I have visited this web sit for a while to get some reviews on various DVD Recorders and have been a bit confused with the difference of opinions on various machines. So, can anyone suggest the best DVD Recorder to fill my needs?
I want a DVD Recorder to do the following:
Record Movies, Shows and Specials from my Bell 3100 Expressvu receiver.
Convert Non-Copy protected video tapes to DVD and clean the signal if possible. Good filters?
Have very good 4 hour recording quality.
$250CAN or less in cost.
Records on both DVD+/- R/RW formats (recording on CD-R/RW not important as I can do this on my computer.)
The non-copy protected tapes that I have are copie of B-Movies from the 30's to the 50's that are in the public domain. To my knowledge none of the tapes I have are copy protected. I can copy from VHS to VHS ok, but would like to transfer to DVD.
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First thing you need to consider is whether you are going to be in the market for a combo (vcr + dvd) or single (just dvd) unit. If you all ready have a high quality stand-alone vcr I think 99% of the people here will lead you toward a stand-alone.
I just want a stand alone DVD Recorder as I have two very good VCR's.
Good deal then. Here's my advice, go here:
Now, download into one folder the XP or SP Ice Age caps for each of the players that interests you. Once you do this open the pictures and cycle through them in Windows. You will note the minor quality changes much easier this way. Pick which you like best & buy it.
That helps some.
Not to bias your results, but the best IMO was the Toshiba, followed by the JVC. Both are GREAT. I probably would have purchased the JVC, if I needed its filters, but since I don't the Toshiba looked perfect.
The DVD recorder that can be purchased from local stores are Cyberhome DVR1600 and LiteOn 5005. Either of them cost US$99.00 or less. They both have firewire input ( for miniDV ) that Pioneer and JVC do not have.
From those firmware update site, a few brand name DVD recorders are OEM from liteon anyway.
My next door neighbor is currently on his 4th Cyberhome 1600. I didn't like the picture quality at 4 hrs and the reliablity sucks.
I have heard that Liteon's (all current models) built after Oct. 05 are very reliable and the picture quality at 4 hrs is very good. Is this true?
I am looking at a Liteon 5115ghc+ at Walmart for $139.97 CAN. Good deal?
I bough a Cyberhome DVR1600, after couple of my friends have their after 6 months, so far all them are still in service.
The only difference is my DVR1600 recording off cable is not as great as those from my friends, but it could be an issue with my cable. The quaility of 2 and 3 hours off miniDV and SVHS and VHS dubbing are great. There are posts that said the DVR1600 is using a high end video chip which will run hot. So leave some space behind the unit.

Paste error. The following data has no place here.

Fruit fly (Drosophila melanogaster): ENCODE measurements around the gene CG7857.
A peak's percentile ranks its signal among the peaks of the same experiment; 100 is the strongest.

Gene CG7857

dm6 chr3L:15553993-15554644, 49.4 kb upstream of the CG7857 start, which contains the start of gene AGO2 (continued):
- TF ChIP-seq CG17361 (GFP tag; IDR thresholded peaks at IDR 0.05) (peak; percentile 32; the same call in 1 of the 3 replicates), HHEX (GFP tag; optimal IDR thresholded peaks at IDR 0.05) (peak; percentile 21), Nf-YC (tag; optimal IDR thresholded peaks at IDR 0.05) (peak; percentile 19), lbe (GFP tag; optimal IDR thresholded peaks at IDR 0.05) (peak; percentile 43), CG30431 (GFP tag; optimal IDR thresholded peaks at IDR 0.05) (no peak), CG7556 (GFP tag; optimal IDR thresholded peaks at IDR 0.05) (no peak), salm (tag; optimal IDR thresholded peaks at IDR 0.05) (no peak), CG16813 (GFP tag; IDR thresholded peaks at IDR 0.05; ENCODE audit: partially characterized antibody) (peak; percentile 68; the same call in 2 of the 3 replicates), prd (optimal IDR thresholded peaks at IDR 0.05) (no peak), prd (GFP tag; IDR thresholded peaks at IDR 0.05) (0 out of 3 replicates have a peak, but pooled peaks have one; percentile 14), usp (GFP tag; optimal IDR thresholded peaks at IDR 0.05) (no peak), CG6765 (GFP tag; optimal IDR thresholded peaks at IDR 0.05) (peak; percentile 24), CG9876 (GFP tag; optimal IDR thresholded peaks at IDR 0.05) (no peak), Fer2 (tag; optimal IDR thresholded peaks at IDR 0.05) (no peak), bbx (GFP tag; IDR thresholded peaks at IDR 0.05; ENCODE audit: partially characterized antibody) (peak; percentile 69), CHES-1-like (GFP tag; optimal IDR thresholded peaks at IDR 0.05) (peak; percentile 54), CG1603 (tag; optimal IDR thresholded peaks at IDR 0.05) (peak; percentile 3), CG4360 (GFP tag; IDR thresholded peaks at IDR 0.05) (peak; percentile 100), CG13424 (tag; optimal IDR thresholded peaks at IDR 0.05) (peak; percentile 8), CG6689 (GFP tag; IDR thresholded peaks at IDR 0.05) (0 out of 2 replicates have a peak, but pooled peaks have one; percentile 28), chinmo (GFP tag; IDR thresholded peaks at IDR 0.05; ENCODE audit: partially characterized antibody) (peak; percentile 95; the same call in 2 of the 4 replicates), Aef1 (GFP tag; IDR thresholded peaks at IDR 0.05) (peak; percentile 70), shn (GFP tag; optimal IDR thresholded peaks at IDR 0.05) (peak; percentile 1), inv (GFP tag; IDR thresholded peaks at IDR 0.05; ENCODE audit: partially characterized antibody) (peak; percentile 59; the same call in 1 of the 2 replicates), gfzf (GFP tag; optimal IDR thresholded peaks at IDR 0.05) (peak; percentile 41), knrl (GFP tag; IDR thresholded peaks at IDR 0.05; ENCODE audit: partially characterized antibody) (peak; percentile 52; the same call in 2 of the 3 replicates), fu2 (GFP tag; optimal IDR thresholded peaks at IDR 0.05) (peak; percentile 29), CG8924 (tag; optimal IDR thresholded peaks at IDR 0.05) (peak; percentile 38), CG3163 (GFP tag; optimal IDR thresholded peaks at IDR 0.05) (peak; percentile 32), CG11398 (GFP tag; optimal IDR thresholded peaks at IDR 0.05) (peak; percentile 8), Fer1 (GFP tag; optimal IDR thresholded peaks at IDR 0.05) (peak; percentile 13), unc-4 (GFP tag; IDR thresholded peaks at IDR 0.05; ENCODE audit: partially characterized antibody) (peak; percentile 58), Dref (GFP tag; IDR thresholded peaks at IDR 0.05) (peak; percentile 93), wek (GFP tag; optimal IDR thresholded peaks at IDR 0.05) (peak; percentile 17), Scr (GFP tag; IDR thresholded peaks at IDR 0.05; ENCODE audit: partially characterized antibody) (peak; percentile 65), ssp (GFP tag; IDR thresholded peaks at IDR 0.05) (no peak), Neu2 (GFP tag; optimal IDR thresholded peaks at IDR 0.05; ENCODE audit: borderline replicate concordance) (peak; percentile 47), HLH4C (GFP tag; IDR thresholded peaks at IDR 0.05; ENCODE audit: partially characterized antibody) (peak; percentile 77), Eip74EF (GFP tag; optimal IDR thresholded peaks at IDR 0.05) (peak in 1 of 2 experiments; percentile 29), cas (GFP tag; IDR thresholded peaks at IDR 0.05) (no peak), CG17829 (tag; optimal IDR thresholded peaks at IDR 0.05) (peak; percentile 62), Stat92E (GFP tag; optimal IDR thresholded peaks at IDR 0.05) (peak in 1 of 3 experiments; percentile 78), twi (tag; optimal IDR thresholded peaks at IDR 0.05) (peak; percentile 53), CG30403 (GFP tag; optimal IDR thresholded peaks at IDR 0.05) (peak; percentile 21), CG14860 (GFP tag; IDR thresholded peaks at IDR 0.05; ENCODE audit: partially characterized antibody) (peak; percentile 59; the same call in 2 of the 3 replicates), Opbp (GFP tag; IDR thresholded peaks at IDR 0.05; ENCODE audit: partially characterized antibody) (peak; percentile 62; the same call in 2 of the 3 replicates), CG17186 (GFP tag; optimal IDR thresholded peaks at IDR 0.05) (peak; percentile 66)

I do not care for 4 hours, because blank DVD is $0.10 a piece! So why save $0.10 and give out video quality ?
Price at US$99.00 is consider very low. I got another $20.00 off rebate at compusa.
The liteon unit is larger, and people mentioned it has macrovision hack, that DVR1600 lack.
Lite On is garbage.
The JVC DRM70 from futureshop is the best dvd recorder that ive tried out of the 5 inve tried.
I have a liteon 5005 and an ilo 04, both hacked, love them both
For a DVD recorder with no built-in HDD the Toshiba DR-4 is hard to beat. Another popular choice is the JVC DR-M100S.
If you want a model with a built-in HDD then look at Pioneer or Toshiba or JVC.
Pretty much anything else is garbage and yes I am including Sony, Philips and Panasonic in that group as well as Cyberhome and Lite-On. Actually Lite-On can have excellent quality but they are very unreliable.
- John "FulciLives" Coleman"The eyes are the first thing that you have to destroy ... because they have seen too many bad things" - Lucio Fulci
EXPLORE THE FILMS OF LUCIO FULCI - THE MAESTRO OF GORE
Originally Posted by solidsnake
The Toshiba D-R4 is the best I've used out of half a dozen recorders, picture quality in SP is amazing. I don't ever go over SP, when TY discs are 27 cents each, it's not worth using LP. Why lose all that quality over pennies?
What did Toshiba DR-4 get execellent mark/s on ?
In term of technical demands from low to high, they are :
1. VHS to DVD, 2. TV/Cable to DVD, 3. miniDV to DVD.
Since it don't have firewire. So Dr-4 at best can get you a very clean video copy upto super VHS quality at most.
On picture quality. Try a few recorders and see for yourself. Out of the brands I've used, Panasonic, JVC, Pioneer, Toshiba, the Toshiba has the best picture quality hands down for recording from my satellites. I have no need for firewire, and my satellite recordings definitely look better than S-VHS.
samijubal, How would you compare the XP vs SP picture quality on the Toshiba? I'm in the process of comparing the two.
If you have a few bucks more CND how about this
You maybe able to find a store near your location in Canada. Cheers! -garman
I should clarify something. The main reason that I want 4 hr recording time is that I have a large collection of B-westerns (Roy Rogers and such) that are on old video tape. The quality of the tapes are not that great now and if I can put 4 of these movies on one disks I would be quite happy. These movies are about an hour long each. If and when I can up grade these film with better copies (tape or DVD) I will, but for now having four on a disk with very good video quality will be ok.
I have been looking a an LG-LRA-536 Recorder. What is the word on these?
Thanks for all the help so far.
I forgot to ask if anyone knows if there has been any problem with some Recorders recording from Bell Expressvu?